This data appears to show that many Australians rely on Facebook as a news source, but as digital expert Joshua Benton from Neiman Lab questioned, will these consumers find other ways to get their hit, or will they give news a miss entirely?
According to research by Oxford University, 48 per cent of Generation Z (those currently aged between six and 24 years) used social media as their main source of general news.
This is followed by 33 per cent of Generation Y, 18 per cent of Generation X, 9 per cent of Baby Boomers and four per cent of those over the age of 74 who get their news through platforms like Facebook.
The story is different at a local level. Local newspapers and their websites were cited as the top source of local news for Australians, at 41 per cent, according to the University of Canberra’s “Digital News Report: Australia 2020”.
However, with a substantial reliance, particularly from the younger generations, on social media services as a source of general news, is it any surprise Facebook turned off the traffic tap?
Not really, according to former Dubbo journalist, Neil Varcoe, who works for Google as a News Lab Publishing Fellow.
“The news industry understood the value of Facebook to their business, and still pushed for payment for their content appearing on their platform,” Mr Varcoe said.
“This included the links they posted themselves.
“Facebook is directly responsible for 30 to 40 per cent of their traffic – higher for small publishers (up to and over 90 per cent).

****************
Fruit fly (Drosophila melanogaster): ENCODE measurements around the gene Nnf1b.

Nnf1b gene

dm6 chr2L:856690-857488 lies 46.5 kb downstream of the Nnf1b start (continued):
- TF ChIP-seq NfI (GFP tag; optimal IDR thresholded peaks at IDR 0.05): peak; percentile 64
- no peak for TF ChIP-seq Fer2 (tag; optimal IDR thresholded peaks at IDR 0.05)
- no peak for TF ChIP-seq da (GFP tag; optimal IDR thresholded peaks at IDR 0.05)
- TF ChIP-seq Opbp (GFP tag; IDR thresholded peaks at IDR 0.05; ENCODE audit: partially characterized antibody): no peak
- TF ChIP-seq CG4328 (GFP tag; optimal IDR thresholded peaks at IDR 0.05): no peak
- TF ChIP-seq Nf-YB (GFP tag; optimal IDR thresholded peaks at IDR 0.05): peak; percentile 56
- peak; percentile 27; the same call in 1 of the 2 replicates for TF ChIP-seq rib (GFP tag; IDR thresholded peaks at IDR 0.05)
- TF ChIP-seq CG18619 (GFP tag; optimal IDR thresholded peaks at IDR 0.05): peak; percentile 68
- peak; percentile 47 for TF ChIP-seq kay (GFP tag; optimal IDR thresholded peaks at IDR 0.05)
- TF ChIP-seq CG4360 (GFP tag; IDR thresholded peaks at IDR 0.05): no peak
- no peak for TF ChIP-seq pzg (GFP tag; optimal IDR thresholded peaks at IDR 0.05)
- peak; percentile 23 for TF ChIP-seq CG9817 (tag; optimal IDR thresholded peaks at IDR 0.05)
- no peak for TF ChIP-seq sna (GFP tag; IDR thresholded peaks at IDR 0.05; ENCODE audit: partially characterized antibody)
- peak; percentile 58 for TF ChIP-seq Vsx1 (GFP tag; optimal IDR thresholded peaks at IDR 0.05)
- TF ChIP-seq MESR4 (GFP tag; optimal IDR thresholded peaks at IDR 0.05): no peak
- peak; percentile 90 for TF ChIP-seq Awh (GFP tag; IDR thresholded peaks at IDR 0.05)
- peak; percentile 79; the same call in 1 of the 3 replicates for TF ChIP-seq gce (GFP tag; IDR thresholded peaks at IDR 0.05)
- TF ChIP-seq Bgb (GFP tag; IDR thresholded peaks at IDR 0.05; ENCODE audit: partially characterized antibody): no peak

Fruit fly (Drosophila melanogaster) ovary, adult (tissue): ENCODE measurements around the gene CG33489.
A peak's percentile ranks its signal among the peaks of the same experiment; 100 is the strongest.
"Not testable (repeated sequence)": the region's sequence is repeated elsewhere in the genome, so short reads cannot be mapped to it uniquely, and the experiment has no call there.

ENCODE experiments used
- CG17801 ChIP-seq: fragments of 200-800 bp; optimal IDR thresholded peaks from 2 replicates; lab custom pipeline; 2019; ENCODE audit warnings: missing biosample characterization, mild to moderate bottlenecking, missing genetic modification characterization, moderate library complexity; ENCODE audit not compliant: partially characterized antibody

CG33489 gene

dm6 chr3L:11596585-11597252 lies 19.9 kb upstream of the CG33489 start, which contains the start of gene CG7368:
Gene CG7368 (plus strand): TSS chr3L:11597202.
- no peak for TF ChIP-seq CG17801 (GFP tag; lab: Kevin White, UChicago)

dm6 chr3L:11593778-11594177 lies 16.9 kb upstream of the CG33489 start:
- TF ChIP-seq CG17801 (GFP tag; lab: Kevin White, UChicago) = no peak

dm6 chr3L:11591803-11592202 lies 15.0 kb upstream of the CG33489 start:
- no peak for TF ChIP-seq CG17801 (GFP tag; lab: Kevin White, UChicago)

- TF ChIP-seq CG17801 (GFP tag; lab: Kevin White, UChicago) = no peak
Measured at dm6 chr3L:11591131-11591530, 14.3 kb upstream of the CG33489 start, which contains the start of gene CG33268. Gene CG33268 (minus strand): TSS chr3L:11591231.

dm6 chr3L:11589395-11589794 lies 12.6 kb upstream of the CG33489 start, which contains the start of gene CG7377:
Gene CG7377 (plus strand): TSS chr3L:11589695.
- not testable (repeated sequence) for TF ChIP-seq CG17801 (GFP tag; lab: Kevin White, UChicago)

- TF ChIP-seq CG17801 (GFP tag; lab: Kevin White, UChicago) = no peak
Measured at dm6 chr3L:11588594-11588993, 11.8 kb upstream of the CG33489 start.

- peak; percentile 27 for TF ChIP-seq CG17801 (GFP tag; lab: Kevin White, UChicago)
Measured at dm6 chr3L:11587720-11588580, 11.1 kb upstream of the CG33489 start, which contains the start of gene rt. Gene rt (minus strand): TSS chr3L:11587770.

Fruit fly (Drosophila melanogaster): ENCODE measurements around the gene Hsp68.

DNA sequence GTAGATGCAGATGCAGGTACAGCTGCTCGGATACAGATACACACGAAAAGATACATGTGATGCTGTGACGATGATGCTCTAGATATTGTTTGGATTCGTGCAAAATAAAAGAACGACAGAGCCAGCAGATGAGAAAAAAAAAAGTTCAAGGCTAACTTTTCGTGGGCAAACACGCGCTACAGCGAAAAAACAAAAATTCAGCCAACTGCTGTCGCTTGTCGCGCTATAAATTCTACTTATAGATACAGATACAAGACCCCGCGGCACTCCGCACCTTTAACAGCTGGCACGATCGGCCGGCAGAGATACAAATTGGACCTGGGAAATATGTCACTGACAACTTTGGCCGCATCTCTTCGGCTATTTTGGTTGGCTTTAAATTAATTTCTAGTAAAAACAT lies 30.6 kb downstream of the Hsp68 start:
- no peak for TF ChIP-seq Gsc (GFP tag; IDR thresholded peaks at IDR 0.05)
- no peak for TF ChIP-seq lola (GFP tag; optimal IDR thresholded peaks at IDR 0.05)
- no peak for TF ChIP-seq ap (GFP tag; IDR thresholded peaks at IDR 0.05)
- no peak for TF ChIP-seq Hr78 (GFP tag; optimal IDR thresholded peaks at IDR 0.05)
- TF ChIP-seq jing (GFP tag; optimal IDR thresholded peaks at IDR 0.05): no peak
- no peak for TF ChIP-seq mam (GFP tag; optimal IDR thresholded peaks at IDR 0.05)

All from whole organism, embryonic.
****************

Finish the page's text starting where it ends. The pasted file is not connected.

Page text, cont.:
“That’s a service most businesses would pay for and they got it for free.
“Facebook had two possible paths – pay the ransom or remove news. They chose the latter.”
While Mr Varcoe said he does not condone Facebook’s behaviour, he admits the outcome was both “unexpected” yet “predictable”.
He also hopes a resolution is found.
“It’s hurt small news publishers in a devastating way, the big guys will be okay,” Mr Varcoe said.
“I hope for everyone’s sake – including a healthy, thriving information system that unpins an informed society – that it’s a temporary situation.”
As federal treasurer Josh Frydenberg and Facebook founder Mark Zuckerberg continue negotiating an outcome on the viewing and sharing of ‘free’ news content, Facebook’s paid advertising channels remain fair game.
And it’s no coincidence. PHOTO: According to the Australian Competition and
Consumer Commission, Facebook accounts for 28 per cent of all advertising spend in Australia while the Australia Institute’s Centre for Responsible Technology has estimated the social media juggernaut will continue to earn $2.5 million a day, despite the Australian news ban.
However, in an effort to bite back the tech giant’s power move, this week the government announced they would pull all paid advertising on service while the news blackout is enforced.
Having spent $42 million on digital advertising in 2019-20, Health Minister Greg Hunt told one news program that the government’s budgeted funds for Facebook ads may be reallocated.